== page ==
Conventions Used in This Book

To help you navigate this book, I used a few conventions:

bullet Italic is used for emphasis and to highlight new words or terms that are defined for the first time – including a lot of the ‘legalise’ and names of different pieces of legislation you’ll come across.

bullet Monofont is used for Web addresses.

bullet Sidebars (the shaded grey boxes) contain information that, although helpful, may not apply to all readers.

Foolish Assumptions

I know – you should never assume – but I had to! Otherwise, I’d never have been able to decide where to start! I assumed that:

bullet You aren’t a law student or a lawyer! This book is written for people who aren’t legally trained, don’t have a library full of legal tomes at their disposal, and don’t have barristers for parents.

bullet You aren’t very familiar with how the law is made or how it works, simply because you haven’t had many dealings with it.

bullet You’ve bought this book because you’d like to know where you stand so that you can avoid being ripped off or breaking the law.

bullet You will heed my warnings that a book of this size can’t contain all the information every individual may need in any given situation and that you will take additional advice as necessary.

bullet You realise that you have rights, and the other person in a dispute does, too, and that the best solution is often an amicable settlement.

How This Book Is Organised

UK Law And Your Rights For Dummies is divided into six parts. The chapters in each part cover specific topics in as much detail as possible, given the limitations of space and without being overly technical.

Part I: Living with the Legal System

Chapter 1 deals with the basics of how the law is made and who makes it; the roles the courts play in the system; and who’s who in the legal profession. The rest of Part I covers the basic issues of life in the UK, such as your rights to live and work and carry a British passport, use of the UK’s public services such as the NHS, and to buy or rent a home and live in harmony with your neighbours.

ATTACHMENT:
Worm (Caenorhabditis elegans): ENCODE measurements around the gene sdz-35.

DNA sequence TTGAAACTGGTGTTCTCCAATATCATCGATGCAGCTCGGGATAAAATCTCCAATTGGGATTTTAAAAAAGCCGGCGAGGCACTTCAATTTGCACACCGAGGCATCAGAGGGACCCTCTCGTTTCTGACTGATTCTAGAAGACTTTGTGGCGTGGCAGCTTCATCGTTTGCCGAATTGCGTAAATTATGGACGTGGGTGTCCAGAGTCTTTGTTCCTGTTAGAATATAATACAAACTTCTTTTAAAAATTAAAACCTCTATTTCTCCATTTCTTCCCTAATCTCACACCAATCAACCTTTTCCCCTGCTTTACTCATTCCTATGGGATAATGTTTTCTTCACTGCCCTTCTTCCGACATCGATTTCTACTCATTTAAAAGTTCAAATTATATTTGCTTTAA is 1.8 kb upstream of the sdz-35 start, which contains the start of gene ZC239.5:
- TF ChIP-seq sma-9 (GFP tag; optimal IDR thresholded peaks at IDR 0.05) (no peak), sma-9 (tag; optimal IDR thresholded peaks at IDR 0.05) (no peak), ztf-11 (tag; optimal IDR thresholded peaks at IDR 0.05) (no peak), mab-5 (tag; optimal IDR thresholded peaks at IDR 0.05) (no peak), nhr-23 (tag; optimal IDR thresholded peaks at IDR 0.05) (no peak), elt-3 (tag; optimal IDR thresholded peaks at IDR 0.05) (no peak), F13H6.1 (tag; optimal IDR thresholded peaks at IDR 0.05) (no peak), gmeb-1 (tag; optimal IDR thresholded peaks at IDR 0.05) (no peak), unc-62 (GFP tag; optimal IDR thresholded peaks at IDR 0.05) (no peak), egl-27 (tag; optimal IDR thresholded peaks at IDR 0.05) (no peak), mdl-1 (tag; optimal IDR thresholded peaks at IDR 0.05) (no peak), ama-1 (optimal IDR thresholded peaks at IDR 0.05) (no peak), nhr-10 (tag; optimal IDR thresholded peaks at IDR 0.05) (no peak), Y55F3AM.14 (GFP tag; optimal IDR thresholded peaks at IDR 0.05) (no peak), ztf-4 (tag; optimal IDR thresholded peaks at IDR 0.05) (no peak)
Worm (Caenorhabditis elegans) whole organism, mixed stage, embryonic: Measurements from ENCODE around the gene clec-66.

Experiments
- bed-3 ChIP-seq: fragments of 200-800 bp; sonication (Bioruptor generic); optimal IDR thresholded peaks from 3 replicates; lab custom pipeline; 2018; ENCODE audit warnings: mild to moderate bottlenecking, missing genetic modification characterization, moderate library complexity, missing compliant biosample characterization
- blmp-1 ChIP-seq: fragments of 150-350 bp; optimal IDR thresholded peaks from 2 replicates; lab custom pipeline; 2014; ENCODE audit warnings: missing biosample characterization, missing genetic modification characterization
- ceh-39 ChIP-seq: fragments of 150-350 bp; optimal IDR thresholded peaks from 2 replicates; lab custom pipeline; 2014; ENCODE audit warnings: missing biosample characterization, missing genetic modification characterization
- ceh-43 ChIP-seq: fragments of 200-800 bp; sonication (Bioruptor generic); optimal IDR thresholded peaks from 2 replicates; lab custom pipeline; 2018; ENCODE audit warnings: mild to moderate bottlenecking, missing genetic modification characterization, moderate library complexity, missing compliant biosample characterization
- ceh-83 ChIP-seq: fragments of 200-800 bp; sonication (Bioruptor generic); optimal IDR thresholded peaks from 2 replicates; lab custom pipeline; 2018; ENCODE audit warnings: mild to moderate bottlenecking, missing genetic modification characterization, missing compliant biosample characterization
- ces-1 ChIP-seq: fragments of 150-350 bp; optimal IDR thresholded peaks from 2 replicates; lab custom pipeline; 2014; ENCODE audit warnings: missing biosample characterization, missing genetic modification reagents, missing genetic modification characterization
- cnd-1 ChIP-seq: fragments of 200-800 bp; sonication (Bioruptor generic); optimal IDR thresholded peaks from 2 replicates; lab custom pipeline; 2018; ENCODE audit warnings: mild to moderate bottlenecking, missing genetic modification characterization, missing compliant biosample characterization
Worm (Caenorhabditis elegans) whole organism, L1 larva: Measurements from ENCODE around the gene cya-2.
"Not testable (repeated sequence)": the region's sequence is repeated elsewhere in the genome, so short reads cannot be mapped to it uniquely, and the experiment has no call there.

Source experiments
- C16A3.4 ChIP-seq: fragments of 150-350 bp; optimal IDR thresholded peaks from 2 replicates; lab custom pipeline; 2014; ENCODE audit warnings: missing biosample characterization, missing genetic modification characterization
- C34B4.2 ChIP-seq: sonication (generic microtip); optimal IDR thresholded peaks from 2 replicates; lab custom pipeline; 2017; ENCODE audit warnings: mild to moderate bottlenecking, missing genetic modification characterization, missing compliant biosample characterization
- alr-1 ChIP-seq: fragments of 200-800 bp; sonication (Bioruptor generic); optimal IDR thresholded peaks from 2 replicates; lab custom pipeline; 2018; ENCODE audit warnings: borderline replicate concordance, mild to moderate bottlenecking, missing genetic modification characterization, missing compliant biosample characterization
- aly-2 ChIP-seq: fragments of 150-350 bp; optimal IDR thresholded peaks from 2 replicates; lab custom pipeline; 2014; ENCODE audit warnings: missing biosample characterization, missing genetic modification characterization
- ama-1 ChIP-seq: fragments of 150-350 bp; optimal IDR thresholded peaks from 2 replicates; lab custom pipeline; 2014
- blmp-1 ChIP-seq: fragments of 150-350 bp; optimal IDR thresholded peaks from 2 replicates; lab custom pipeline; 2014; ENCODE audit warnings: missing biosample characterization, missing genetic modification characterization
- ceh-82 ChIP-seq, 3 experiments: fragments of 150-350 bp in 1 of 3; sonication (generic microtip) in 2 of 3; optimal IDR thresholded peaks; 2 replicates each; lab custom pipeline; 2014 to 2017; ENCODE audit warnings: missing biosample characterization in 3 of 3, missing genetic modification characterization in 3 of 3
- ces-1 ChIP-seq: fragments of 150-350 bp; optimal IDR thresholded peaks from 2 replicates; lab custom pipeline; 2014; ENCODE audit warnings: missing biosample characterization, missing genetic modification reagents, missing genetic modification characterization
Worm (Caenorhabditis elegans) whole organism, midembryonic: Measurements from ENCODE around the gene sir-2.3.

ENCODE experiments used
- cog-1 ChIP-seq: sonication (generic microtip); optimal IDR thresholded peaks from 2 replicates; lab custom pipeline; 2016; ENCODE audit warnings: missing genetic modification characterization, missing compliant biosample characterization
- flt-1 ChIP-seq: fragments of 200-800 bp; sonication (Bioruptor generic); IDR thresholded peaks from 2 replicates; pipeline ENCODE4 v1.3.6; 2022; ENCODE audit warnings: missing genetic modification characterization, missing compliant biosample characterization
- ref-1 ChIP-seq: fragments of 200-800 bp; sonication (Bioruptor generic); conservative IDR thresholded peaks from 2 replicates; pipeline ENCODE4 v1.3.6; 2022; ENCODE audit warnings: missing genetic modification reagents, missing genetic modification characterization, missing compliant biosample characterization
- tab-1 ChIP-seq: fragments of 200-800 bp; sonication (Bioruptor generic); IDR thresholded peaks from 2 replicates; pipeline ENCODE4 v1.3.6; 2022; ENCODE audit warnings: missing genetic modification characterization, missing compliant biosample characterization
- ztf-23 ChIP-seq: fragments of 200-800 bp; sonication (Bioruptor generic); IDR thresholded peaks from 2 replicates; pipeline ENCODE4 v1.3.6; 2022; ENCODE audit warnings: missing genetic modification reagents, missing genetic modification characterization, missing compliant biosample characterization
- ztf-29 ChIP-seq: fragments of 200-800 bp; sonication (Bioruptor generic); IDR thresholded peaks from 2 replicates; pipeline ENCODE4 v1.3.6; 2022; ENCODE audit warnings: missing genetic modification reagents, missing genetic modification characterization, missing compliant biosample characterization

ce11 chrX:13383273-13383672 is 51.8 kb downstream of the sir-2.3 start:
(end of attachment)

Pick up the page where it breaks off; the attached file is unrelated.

Part II: Keeping on the Right Side of Family and Friends

Part II is possibly the most important part of the book in that it’s likely to apply to most people. It covers all aspects of living together and getting married or registering a civil partnership, as well as building a family and having children. If you want to know if you can keep the engagement ring despite the wedding not going ahead, or if you’re worried about the paperwork to complete when your baby arrives, this part provides the answer.

Part III: Making Enough to Live On – Legally!

The chapters in this part look at where the money comes from and your rights in each of those situations. If someone else employs you, you’re paid for the work that you do, but you also have a lot of protection under UK law. Employment law is very complex, and if you do get into a dispute with an employer, Chapter 9 can help you decide what steps to take to resolve it.

This part also covers working for yourself, living on welfare benefits if you can’t work, or living on retirement income if you’re at the age where you have better things to do in life than work!

Part IV: Spending Your Hard-Earned Cash